I talked to a spokesman at D.C. Public Schools about whether kids are even excused from school for a thing like this. They are. Kids have to write a letter explaining what they learned, which is, of course, the whole point of this day. Share with the class! (And this, it was explained to me, is why this day is always the third Thurday of April, during the school year and not in the summer.) “At DCPS, TODSWD is both encouraged and excused – however there are stipulations to the excused absence. In order to reinforce the learning opportunity, students must compose a letter and submit it to their guidance counselor within 48 hours of TODSWD (extended to Monday, in this case). The letter should include the name of the parent/guardian; the name of the place of business in which the parent/guardian works; three things the student noticed about the work the student observed; the most difficult/most rewarding part of the work; and two steps that anyone interested in getting a similar job must do before they apply.”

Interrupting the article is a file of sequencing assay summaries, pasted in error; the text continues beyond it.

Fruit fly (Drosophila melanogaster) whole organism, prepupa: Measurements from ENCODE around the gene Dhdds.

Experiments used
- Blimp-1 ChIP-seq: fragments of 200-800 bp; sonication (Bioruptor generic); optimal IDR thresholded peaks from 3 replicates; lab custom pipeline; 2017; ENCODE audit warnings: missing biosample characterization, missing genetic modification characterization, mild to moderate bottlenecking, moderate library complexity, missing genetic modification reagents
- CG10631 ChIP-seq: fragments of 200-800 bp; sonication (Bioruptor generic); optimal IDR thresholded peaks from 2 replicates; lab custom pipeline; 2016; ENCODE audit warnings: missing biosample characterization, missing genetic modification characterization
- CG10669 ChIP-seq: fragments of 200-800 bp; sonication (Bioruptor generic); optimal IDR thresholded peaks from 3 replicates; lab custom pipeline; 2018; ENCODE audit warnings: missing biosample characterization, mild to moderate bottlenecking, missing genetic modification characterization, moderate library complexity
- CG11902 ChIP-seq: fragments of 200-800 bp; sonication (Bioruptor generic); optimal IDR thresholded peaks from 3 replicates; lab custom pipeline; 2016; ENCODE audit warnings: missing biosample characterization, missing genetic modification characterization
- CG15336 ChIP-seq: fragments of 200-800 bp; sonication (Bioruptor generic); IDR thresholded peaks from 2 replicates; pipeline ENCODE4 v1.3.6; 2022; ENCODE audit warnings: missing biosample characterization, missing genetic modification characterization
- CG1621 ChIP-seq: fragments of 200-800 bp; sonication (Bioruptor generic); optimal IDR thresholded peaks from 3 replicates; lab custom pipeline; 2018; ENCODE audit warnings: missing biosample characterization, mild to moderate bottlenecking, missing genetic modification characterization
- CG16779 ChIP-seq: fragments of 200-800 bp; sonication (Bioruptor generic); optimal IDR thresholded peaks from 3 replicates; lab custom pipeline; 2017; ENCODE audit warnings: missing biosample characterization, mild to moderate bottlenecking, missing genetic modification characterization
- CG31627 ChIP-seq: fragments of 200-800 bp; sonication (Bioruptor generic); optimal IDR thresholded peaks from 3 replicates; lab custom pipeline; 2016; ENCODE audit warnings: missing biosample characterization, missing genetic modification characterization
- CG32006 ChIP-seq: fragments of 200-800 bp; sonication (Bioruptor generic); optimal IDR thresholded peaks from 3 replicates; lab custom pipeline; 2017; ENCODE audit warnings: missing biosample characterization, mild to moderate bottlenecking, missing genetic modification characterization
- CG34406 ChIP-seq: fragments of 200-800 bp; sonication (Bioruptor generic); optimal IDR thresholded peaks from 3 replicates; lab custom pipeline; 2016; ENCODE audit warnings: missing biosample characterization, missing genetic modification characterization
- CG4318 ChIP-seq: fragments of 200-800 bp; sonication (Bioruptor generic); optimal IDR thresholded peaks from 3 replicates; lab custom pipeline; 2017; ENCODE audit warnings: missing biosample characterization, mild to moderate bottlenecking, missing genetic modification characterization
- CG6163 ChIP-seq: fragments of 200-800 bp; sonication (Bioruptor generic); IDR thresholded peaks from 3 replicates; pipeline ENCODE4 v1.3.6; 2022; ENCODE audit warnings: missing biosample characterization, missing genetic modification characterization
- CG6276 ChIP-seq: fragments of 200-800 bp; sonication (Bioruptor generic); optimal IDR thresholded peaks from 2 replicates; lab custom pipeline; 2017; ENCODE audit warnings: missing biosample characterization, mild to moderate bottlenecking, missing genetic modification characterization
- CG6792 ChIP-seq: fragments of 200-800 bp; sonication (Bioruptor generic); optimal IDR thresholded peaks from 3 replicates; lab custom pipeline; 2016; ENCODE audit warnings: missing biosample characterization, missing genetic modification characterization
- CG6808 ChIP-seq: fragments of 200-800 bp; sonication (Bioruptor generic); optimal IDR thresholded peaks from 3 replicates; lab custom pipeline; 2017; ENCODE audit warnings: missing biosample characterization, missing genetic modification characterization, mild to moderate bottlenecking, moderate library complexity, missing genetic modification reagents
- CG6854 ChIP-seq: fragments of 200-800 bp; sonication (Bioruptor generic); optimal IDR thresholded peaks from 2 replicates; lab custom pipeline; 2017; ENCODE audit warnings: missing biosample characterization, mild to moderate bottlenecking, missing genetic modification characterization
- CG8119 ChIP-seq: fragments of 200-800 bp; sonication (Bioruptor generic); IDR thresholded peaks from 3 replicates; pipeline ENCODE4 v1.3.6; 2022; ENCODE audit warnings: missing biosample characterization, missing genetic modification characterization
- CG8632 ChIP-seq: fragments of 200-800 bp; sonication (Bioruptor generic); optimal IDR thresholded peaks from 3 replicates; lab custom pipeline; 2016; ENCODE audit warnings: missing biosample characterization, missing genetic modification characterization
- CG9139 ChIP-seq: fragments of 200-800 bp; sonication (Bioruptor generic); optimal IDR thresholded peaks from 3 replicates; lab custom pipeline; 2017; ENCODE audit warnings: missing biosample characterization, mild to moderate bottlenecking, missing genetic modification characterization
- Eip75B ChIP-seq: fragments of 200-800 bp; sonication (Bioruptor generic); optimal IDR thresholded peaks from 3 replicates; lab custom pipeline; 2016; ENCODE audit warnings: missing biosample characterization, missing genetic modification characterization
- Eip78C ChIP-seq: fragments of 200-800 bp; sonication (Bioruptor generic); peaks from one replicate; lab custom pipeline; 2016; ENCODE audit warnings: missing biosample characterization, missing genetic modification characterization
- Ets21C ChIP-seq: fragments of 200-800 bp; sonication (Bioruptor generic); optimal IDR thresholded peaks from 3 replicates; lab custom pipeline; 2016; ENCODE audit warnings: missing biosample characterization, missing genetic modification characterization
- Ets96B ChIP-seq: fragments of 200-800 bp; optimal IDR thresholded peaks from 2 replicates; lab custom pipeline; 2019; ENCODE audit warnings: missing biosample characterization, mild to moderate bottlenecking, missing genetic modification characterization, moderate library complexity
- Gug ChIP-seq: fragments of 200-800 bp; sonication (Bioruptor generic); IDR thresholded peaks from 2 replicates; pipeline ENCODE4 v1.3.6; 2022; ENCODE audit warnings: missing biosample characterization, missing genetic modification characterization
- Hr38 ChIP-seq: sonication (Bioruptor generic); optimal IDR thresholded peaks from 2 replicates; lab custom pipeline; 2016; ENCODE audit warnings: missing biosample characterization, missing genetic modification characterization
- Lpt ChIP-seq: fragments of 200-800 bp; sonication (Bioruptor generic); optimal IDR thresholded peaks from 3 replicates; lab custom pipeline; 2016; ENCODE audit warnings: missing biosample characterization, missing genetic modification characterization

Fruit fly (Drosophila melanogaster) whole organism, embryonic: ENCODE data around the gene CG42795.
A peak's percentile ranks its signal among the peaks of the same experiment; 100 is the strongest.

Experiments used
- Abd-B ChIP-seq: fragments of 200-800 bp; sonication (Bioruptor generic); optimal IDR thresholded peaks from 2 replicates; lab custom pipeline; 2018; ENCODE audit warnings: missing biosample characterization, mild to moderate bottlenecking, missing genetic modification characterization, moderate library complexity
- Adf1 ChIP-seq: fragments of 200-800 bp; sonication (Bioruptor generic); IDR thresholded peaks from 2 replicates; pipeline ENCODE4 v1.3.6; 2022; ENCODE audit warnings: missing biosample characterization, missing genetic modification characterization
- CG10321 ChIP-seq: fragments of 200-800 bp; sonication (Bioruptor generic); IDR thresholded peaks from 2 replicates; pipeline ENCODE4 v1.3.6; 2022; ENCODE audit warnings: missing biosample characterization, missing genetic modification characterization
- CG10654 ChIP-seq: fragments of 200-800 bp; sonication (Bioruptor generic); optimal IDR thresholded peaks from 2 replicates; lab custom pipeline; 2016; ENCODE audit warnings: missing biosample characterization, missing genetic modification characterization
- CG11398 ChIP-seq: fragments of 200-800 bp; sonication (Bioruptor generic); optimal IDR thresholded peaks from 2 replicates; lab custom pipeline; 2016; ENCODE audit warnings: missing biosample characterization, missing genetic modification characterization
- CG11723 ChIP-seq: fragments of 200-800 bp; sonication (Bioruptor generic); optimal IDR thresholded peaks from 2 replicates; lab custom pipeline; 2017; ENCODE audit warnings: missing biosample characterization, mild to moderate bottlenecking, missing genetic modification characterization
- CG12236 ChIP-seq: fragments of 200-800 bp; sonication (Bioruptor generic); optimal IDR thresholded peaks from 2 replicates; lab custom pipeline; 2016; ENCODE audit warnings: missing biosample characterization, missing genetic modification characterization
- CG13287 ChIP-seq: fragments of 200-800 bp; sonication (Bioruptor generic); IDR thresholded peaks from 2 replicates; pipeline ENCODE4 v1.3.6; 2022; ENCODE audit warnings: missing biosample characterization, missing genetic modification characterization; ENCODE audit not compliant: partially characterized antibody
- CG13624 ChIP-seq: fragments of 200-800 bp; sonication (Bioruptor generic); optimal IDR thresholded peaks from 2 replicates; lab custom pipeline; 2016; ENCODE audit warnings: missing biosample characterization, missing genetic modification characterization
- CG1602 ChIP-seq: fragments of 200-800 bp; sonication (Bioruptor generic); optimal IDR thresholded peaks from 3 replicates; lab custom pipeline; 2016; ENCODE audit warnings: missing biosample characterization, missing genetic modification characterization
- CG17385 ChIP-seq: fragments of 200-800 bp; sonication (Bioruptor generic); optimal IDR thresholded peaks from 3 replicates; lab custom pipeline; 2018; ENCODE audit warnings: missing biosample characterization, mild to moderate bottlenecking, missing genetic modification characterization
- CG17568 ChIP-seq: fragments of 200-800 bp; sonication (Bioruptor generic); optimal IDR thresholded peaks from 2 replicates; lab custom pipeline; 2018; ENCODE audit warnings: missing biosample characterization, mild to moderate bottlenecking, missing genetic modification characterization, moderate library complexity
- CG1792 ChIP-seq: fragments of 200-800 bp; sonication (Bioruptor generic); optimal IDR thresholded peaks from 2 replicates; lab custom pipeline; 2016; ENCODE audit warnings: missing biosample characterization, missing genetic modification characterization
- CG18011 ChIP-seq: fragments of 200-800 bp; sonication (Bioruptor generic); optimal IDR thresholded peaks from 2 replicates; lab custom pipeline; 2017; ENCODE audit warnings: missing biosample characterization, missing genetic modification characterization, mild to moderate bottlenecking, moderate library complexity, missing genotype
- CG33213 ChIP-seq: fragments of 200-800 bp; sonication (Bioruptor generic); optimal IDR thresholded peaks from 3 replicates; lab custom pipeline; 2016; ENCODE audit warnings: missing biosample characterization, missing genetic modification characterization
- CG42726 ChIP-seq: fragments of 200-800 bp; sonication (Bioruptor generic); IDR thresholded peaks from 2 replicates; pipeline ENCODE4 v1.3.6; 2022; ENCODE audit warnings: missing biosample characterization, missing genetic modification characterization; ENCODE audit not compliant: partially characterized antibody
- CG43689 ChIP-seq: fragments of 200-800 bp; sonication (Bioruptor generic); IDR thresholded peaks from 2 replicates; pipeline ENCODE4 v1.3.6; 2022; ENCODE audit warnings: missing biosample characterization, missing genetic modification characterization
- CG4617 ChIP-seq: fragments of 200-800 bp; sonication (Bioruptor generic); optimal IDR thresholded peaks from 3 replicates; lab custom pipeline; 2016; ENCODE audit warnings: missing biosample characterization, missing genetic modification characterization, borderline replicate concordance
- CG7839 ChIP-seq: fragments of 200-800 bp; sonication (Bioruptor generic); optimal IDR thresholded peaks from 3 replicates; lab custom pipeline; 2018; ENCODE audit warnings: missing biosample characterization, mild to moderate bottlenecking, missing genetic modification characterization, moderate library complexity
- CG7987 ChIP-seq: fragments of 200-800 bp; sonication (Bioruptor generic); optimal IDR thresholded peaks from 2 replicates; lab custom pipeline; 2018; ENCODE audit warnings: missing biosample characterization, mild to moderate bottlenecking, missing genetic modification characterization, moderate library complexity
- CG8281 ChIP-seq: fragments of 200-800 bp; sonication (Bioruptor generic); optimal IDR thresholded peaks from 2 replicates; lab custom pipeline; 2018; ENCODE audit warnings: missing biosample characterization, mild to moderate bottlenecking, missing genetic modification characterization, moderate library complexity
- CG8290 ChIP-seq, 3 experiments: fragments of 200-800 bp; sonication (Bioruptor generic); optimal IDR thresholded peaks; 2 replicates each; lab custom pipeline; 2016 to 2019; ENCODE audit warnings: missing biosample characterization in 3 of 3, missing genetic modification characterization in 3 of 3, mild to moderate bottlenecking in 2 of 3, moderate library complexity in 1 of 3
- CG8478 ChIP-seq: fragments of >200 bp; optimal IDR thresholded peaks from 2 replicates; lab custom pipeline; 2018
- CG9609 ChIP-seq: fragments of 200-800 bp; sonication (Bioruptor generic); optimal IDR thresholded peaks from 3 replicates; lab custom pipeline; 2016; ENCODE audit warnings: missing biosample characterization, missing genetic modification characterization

Wonderful idea. Though I can just see it now. The three things the student noticed about the work: 1. BORING. 2. MOM TYPES FAST. 3. GOOD TREATS ARE OUT ON A TABLE HERE THAT EVERYONE CALLS THE “CALORIE COUNTER”

The most difficult/rewarding part of the work? 1. SEEMS BORING 2. HAVE YOU SEEN THE MESS ON HER DESK? 3. WHEN SHE’S DONE WITH A TASK, SHE VISITS THE “CALORIE COUNTER.”

I spend my work days rushing to get it all done so I can get home to feed my family, throw some balls in the front yard before forcing them to take a shower, and then, eventually, read with them. Having my (wonderful, smart, perfect in every way) child with me all day means I will not get enough done. My work time is precious because I’m always rushing to get out of here to get home to them. Even one day of having him here would mean I’d have to tack on work hours afterward or on the weekend, which, let’s face it, we all do enough already anyway.